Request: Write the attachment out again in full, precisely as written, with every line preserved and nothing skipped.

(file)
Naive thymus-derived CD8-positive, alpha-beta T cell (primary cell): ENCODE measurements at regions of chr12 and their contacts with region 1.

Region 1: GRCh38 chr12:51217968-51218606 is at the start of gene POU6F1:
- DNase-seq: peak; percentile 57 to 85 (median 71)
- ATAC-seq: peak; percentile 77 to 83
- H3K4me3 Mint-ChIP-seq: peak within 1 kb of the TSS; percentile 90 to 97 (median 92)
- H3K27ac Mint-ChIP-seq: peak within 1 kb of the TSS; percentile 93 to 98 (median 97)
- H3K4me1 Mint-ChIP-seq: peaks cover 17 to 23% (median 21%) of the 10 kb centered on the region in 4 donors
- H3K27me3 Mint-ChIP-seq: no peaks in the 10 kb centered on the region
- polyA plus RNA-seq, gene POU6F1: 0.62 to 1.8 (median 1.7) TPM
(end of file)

Naive thymus-derived CD8-positive, alpha-beta T cell (primary cell): ENCODE measurements at regions of chr12 and their contacts with region 1.

Region 1: GRCh38 chr12:51217968-51218606 is at the start of gene POU6F1:
- DNase-seq: peak; percentile 57 to 85 (median 71)
- ATAC-seq: peak; percentile 77 to 83
- H3K4me3 Mint-ChIP-seq: peak within 1 kb of the TSS; percentile 90 to 97 (median 92)
- H3K27ac Mint-ChIP-seq: peak within 1 kb of the TSS; percentile 93 to 98 (median 97)
- H3K4me1 Mint-ChIP-seq: peaks cover 17 to 23% (median 21%) of the 10 kb centered on the region in 4 donors
- H3K27me3 Mint-ChIP-seq: no peaks in the 10 kb centered on the region
- polyA plus RNA-seq, gene POU6F1: 0.62 to 1.8 (median 1.7) TPM